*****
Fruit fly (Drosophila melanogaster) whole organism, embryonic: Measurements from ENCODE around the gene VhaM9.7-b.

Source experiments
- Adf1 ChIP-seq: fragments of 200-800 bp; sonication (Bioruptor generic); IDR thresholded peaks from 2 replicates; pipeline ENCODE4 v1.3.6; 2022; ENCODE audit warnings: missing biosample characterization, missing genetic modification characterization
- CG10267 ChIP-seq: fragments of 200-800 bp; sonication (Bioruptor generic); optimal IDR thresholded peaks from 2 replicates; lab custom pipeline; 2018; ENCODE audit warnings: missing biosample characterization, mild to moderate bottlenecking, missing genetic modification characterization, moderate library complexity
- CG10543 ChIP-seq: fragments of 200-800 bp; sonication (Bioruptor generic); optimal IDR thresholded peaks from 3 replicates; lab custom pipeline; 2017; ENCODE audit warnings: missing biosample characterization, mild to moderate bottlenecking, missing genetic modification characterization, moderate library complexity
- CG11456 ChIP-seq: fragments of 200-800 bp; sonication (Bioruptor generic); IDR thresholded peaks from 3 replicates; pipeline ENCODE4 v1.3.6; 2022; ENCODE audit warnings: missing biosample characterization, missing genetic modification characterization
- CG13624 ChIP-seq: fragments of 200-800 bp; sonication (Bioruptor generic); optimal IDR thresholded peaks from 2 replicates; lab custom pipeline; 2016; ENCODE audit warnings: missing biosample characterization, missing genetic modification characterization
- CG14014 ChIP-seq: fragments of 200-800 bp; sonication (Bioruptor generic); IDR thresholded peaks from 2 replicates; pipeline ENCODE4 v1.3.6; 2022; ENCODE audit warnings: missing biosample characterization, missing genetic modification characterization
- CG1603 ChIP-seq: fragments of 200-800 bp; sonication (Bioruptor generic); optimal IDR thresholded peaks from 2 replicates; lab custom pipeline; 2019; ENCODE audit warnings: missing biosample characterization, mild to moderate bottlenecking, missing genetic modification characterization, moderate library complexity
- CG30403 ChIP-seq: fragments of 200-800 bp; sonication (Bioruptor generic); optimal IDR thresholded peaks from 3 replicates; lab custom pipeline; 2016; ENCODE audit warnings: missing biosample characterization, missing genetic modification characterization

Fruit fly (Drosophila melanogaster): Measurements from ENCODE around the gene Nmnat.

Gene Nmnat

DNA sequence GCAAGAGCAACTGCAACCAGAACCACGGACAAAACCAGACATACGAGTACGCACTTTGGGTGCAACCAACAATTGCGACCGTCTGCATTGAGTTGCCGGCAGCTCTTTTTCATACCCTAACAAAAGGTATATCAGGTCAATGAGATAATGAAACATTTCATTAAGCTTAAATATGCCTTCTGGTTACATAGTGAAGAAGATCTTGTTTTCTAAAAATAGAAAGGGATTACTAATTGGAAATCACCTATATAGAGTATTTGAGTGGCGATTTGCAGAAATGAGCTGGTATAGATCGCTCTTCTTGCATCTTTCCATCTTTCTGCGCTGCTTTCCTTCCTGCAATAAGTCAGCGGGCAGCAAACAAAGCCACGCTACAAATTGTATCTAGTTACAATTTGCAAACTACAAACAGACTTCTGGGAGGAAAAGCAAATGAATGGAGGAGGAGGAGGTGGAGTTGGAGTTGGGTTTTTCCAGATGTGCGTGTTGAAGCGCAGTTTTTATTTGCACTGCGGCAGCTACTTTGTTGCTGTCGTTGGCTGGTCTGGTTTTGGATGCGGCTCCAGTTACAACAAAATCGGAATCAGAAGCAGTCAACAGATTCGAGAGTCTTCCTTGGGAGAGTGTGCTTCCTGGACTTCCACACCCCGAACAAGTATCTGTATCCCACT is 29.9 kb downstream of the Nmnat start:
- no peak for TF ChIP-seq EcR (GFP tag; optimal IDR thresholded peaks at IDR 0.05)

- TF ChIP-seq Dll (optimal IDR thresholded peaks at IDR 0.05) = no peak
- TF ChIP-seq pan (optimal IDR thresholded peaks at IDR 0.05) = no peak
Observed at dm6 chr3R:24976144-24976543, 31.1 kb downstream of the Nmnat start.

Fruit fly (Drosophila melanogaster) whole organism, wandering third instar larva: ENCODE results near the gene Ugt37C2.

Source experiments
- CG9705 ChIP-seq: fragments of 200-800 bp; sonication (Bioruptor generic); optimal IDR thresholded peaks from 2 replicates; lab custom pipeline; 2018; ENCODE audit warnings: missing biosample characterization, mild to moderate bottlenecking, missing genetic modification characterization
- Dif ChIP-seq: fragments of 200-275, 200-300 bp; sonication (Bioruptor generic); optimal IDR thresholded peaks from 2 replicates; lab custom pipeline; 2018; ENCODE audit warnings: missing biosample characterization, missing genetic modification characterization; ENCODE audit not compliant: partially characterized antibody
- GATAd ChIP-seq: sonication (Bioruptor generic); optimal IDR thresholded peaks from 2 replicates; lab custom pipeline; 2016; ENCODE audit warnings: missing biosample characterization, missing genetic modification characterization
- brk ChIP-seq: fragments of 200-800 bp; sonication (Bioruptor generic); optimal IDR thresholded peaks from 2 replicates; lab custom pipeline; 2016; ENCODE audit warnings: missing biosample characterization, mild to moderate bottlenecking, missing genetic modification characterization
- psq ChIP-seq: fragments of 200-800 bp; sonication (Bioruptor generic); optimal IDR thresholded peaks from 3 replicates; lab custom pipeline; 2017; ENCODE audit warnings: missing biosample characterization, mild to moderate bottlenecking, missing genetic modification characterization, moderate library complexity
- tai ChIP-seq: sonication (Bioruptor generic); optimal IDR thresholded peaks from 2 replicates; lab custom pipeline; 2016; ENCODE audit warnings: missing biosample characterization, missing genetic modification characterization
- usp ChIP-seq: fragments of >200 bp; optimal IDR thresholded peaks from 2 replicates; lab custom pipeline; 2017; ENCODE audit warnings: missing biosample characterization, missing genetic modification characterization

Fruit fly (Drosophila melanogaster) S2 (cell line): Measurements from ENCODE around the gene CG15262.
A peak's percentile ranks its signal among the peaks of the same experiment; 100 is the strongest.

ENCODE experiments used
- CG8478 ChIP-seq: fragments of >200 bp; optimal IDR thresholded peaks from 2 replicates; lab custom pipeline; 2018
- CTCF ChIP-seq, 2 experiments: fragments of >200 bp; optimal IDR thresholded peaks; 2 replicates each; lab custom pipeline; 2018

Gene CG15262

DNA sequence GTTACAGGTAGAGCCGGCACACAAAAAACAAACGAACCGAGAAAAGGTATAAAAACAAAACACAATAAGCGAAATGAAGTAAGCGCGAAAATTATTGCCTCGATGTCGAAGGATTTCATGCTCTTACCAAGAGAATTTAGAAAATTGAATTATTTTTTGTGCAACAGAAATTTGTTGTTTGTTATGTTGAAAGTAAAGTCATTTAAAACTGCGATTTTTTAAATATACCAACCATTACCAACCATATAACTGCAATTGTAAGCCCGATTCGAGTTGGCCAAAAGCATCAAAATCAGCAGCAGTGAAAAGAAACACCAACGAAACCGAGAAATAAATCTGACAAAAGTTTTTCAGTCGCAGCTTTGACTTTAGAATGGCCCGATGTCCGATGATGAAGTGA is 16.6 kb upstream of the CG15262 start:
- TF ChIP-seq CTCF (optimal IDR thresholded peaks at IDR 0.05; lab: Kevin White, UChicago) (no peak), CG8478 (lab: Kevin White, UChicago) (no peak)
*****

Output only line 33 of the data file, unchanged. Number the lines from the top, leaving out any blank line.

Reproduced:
DNA sequence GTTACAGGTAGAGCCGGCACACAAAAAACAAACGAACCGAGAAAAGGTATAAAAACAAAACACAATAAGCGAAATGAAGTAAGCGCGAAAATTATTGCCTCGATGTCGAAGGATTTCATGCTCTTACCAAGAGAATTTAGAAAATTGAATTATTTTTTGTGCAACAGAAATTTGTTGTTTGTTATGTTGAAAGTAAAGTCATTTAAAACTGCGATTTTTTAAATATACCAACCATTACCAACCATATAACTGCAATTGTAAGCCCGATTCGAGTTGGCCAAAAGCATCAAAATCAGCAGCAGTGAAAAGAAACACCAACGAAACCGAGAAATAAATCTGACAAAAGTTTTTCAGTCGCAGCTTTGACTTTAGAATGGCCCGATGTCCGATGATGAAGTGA is 16.6 kb upstream of the CG15262 start: